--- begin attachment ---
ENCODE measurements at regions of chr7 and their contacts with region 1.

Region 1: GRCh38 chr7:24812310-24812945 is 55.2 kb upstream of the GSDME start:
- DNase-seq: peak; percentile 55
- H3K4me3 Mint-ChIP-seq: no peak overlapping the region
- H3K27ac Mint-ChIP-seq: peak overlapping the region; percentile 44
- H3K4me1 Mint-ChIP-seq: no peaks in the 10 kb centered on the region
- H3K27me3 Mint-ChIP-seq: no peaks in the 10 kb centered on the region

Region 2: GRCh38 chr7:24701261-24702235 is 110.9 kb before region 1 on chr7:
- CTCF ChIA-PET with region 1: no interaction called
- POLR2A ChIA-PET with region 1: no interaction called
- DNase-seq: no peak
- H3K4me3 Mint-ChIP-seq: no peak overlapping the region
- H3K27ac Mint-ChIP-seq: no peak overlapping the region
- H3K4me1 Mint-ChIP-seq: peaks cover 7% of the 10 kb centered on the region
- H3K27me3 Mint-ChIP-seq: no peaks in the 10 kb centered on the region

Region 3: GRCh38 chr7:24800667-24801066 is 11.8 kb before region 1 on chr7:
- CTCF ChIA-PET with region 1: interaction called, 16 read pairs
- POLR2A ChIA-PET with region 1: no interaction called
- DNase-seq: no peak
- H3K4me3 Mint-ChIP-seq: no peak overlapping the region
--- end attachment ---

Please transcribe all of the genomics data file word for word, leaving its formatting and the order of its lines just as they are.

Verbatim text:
ENCODE measurements at regions of chr7 and their contacts with region 1.

Region 1: GRCh38 chr7:24812310-24812945 is 55.2 kb upstream of the GSDME start:
- DNase-seq: peak; percentile 55
- H3K4me3 Mint-ChIP-seq: no peak overlapping the region
- H3K27ac Mint-ChIP-seq: peak overlapping the region; percentile 44
- H3K4me1 Mint-ChIP-seq: no peaks in the 10 kb centered on the region
- H3K27me3 Mint-ChIP-seq: no peaks in the 10 kb centered on the region

Region 2: GRCh38 chr7:24701261-24702235 is 110.9 kb before region 1 on chr7:
- CTCF ChIA-PET with region 1: no interaction called
- POLR2A ChIA-PET with region 1: no interaction called
- DNase-seq: no peak
- H3K4me3 Mint-ChIP-seq: no peak overlapping the region
- H3K27ac Mint-ChIP-seq: no peak overlapping the region
- H3K4me1 Mint-ChIP-seq: peaks cover 7% of the 10 kb centered on the region
- H3K27me3 Mint-ChIP-seq: no peaks in the 10 kb centered on the region

Region 3: GRCh38 chr7:24800667-24801066 is 11.8 kb before region 1 on chr7:
- CTCF ChIA-PET with region 1: interaction called, 16 read pairs
- POLR2A ChIA-PET with region 1: no interaction called
- DNase-seq: no peak
- H3K4me3 Mint-ChIP-seq: no peak overlapping the region